I was tied up over Thanksgiving week and am just starting to dig my way out of my backlog. That means that I’m two meetings behind in covering Board of Selectmen business. This item from the November 26th meeting jumped out at me as the most pressing to share:
Chair Brian Shea announced that the Annual Town Meeting Warrant is open until December 17th. Selectmen plan to close the Warrant that night. So, if you have an Article you’d like to bring to voters, you better act quickly.*
At that meeting, Selectmen will hold a follow up discussion on Advisory’s recommendation to adopt a Local Meal Tax. They expect to vote that night on whether or not to pursue a Warrant Article to do that. The board plans to invite restaurant owners in Town to attend, along with the Economic Development Committee.
You can expect that the Warrant as of the 17th will include several Article placeholders. One of those may be an Article to bring in a consultant to work with the Public Works Planning Board.
At the Thanksgiving week meeting, Public Works Superintendent Karen Galligan informed selectmen that the funding changes the PWPB recommended aren’t meant for FY21. She said the board wanted to take a year to gauge public opinion on a course of action.
Galligan furthered that they should get feedback on more than just the financials. She said that the Town has a huge silent majority beyond the about 500 residents they do hear from. One of the factors in the station’s future budget is that the hopper will need replacing. She opined that it wouldn’t make sense to invest in that if residents don’t want to carry trash in their cars.
The Superintendent said that they often hear recommendations for the Transfer Station that seem to focus on the idea of a community center. She lamented the lack of a current town plan that focuses on what facilities are needed in town and how to get there.
She wants to know how many residents would prefer trash pickup, keeping the transfer station the same, or some other changes to the station. (Part of that research is understanding what costs residents would support for their preferences.)
Galligan recommended asking Town Meeting to fund a consultant to help with the process. The consultant would help the PWPB survey the public, conduct one or more charettes**, and analyze public input. Selectmen didn’t formally vote but indicated support for the plan. (It wasn’t clear to me whether the item would be presented as a specific article or one of the items under the Town’s annual Capital Expense Article.)
*While the Annual Town Meeting Warrant is open, it only requires ten registered voter signatures to insert a Citizen’s Article. (It’s a much lower threshold than for Special Town Meeting Articles.)
Once the Warrant is closed, it is likely that the Board will reopen temporarily between now and the final version, but that’s usually done within a couple of minutes in a meeting, not for an extended period.
**A charette is defined by Google as a meeting in which all stakeholders in a project attempt to resolve conflicts and map solutions.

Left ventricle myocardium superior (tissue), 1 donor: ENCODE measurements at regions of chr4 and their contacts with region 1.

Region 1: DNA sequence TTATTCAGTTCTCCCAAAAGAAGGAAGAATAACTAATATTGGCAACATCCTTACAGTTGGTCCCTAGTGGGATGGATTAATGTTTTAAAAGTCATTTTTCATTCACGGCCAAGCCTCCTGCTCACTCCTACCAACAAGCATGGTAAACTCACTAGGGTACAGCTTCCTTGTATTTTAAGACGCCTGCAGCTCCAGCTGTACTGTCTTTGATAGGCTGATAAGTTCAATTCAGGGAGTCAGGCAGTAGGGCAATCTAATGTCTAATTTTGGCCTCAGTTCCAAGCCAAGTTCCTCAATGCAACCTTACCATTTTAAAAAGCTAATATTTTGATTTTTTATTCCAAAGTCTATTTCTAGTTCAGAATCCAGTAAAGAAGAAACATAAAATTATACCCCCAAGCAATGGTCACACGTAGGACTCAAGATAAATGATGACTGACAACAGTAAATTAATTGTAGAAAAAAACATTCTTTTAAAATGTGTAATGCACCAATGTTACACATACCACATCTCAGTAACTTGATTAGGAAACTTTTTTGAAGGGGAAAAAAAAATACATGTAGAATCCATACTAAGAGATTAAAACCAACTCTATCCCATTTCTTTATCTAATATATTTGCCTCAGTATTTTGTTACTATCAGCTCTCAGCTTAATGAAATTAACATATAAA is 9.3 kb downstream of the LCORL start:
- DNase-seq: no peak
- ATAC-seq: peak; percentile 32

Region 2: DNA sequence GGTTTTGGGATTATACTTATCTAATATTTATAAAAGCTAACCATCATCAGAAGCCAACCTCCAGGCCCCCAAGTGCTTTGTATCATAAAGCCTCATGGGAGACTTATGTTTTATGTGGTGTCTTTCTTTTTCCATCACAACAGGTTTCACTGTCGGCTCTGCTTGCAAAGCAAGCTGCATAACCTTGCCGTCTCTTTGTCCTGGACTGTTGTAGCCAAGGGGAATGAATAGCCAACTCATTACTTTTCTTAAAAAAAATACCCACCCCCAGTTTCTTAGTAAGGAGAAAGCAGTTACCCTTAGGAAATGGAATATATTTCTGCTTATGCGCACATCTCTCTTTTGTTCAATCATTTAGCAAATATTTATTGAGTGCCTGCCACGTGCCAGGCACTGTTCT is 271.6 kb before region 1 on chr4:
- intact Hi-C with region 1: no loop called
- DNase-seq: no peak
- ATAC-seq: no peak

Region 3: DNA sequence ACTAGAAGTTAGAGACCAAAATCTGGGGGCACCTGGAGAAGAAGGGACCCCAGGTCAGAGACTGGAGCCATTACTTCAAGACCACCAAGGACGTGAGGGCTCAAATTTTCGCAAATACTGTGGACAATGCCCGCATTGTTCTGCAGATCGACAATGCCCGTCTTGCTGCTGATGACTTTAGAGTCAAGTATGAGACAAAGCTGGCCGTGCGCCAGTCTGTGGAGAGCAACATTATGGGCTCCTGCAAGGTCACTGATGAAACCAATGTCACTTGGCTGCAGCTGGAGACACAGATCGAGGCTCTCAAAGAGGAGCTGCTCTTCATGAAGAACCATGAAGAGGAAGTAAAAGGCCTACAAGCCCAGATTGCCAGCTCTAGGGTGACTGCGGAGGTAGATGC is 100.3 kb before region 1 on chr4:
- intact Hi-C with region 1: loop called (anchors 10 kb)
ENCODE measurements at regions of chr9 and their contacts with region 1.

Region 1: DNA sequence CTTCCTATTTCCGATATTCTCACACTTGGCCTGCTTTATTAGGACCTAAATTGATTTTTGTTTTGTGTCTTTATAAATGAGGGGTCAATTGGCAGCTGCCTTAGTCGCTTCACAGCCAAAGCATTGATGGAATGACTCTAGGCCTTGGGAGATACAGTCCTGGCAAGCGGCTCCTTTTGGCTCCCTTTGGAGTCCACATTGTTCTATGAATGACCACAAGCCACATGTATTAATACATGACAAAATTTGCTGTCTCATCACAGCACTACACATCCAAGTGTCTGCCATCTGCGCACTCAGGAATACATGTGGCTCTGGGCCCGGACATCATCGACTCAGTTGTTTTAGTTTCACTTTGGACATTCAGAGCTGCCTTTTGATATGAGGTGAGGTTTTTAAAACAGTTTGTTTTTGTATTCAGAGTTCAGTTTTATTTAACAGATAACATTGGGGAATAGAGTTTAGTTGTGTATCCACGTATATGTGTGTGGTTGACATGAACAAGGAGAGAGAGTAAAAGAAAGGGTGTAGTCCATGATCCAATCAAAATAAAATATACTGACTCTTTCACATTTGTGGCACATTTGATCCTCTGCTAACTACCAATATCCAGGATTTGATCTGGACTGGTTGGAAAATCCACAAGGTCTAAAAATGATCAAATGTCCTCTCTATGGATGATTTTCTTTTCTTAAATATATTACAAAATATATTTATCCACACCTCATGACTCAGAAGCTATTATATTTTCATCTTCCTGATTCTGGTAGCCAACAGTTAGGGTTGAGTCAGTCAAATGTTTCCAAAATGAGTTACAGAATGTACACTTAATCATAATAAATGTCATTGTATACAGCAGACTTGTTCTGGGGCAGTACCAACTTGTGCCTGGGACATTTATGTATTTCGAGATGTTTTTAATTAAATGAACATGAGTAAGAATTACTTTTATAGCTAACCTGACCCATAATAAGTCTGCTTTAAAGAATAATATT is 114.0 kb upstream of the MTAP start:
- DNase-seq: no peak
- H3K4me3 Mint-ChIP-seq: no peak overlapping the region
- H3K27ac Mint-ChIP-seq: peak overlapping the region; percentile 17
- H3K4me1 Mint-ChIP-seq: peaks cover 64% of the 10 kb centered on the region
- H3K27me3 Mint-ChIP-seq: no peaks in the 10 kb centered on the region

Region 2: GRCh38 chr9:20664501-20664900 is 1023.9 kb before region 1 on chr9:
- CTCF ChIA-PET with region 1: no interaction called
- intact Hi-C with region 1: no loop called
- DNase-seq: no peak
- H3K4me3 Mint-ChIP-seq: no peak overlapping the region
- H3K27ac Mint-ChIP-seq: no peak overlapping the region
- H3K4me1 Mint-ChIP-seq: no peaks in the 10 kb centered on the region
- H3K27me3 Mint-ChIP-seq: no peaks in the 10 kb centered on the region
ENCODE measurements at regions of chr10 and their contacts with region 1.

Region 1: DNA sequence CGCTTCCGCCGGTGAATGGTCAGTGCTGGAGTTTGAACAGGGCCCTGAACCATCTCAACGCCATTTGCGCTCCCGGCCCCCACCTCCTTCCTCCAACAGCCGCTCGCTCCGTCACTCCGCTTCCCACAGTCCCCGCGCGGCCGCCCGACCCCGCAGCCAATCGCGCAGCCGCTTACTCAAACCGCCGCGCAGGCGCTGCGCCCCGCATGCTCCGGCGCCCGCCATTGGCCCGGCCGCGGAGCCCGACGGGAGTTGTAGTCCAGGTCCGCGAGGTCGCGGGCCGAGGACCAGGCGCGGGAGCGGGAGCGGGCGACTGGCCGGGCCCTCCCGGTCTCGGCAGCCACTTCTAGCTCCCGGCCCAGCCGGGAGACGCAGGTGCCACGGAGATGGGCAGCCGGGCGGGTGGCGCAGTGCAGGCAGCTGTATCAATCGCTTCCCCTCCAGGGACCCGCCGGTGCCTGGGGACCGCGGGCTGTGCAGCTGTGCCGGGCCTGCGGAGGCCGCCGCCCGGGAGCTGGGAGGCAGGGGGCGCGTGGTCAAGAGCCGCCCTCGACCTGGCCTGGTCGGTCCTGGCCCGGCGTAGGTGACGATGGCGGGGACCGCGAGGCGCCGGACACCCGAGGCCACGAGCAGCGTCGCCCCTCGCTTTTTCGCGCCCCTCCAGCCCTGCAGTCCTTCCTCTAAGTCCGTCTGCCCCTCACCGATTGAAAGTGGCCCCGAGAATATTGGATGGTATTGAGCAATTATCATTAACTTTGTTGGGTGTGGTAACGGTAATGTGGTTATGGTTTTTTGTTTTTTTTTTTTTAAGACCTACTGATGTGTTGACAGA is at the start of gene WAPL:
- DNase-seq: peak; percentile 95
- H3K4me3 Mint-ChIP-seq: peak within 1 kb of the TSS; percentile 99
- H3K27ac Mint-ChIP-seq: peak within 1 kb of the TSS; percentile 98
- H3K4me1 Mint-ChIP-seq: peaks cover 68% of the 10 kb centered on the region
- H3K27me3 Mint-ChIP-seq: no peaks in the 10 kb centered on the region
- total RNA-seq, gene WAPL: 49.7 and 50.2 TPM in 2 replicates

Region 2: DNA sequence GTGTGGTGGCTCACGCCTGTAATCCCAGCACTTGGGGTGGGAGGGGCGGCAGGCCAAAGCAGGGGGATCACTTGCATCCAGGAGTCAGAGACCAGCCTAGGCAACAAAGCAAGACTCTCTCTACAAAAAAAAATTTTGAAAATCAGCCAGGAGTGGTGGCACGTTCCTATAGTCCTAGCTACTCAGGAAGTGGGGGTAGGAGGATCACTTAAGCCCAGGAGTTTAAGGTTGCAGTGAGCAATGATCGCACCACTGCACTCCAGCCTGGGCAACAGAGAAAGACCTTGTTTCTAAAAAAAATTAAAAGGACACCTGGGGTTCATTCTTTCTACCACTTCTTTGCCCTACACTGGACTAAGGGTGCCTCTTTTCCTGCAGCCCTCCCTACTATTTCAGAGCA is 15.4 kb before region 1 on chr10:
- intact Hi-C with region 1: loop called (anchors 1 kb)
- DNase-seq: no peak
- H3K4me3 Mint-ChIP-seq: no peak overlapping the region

Silent majority, eh? Would that be the same people who do not go to Town Meeting every year? If so, they are missing out by being absent and not having the opportunity to vote on issues that will affect them!
If one wants to be heard – or even cares about certain issues – remaining silent is not the way to transmit one’s ideas or thoughts. It is puzzling why Ms. Galligan is so concerned about this so-called silent majority. Where did the ideas put forth previously concerning transfer station funding, with double whacking seniors, originate?
As for hiring a consultant – let me guess – Ms. Galligan already has someone in mind, correct?
How about a survey sent by the Town to all households asking about people’s preferences for the transfer station? Forget about a highly paid consultant! Just what we need – more experts to tell us how to think. If households do not respond to a Town transfer station interest survey, they presumably do not care.
As for the transfer station being a community center, what a bunch of trash talk! Perhaps the library is more of a community center. If it was to be open on Sundays, it might take the place of visits to Starbucks!
The whole transfer station issue needs to be carefully thought out. The DPW needs to stop trying to force its ideas on the residents of the Town. What does the DPW pay in taxes to the Town?
It seems as though you are jumping to a lot of conclusions here, and I’m not sure what is triggering your upset.
1.) If the DPW pushed changes to the Transfer Station without taking the pulse of what the community wants, I’m sure that a lot of people would be upset that they didn’t get a chance to weigh in.
2.) Since the idea of the consultant is being brought to Town Meeting, and its likely that any big changes would require funding that has to be approved at a future Town Meeting, it seems that Town Meeting voters will have a big say in what happens.
3.) The idea that the Transfer Station is thought of as a community center is something that has been publicly discussed by residents and officials for a while. It’s where groups hold bake sales, Girl Scouts sell cookies, Cub Scouts sell wreaths, etc. People use it to collect signatures on petitions and to run for office. I didn’t think that Ms. Galligan was pushing that it should be a community center. My interpretation was that she thought that some people’s opinions about the Transfer Station hinged on their perception that it is one.